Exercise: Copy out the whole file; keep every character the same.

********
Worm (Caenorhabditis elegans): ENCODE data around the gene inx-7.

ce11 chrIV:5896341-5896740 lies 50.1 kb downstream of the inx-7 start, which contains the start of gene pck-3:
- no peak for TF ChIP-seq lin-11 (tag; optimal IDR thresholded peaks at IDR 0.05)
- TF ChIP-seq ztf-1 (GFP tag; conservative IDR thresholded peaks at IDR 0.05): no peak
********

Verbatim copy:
Worm (Caenorhabditis elegans): ENCODE data around the gene inx-7.

ce11 chrIV:5896341-5896740 lies 50.1 kb downstream of the inx-7 start, which contains the start of gene pck-3:
- no peak for TF ChIP-seq lin-11 (tag; optimal IDR thresholded peaks at IDR 0.05)
- TF ChIP-seq ztf-1 (GFP tag; conservative IDR thresholded peaks at IDR 0.05): no peak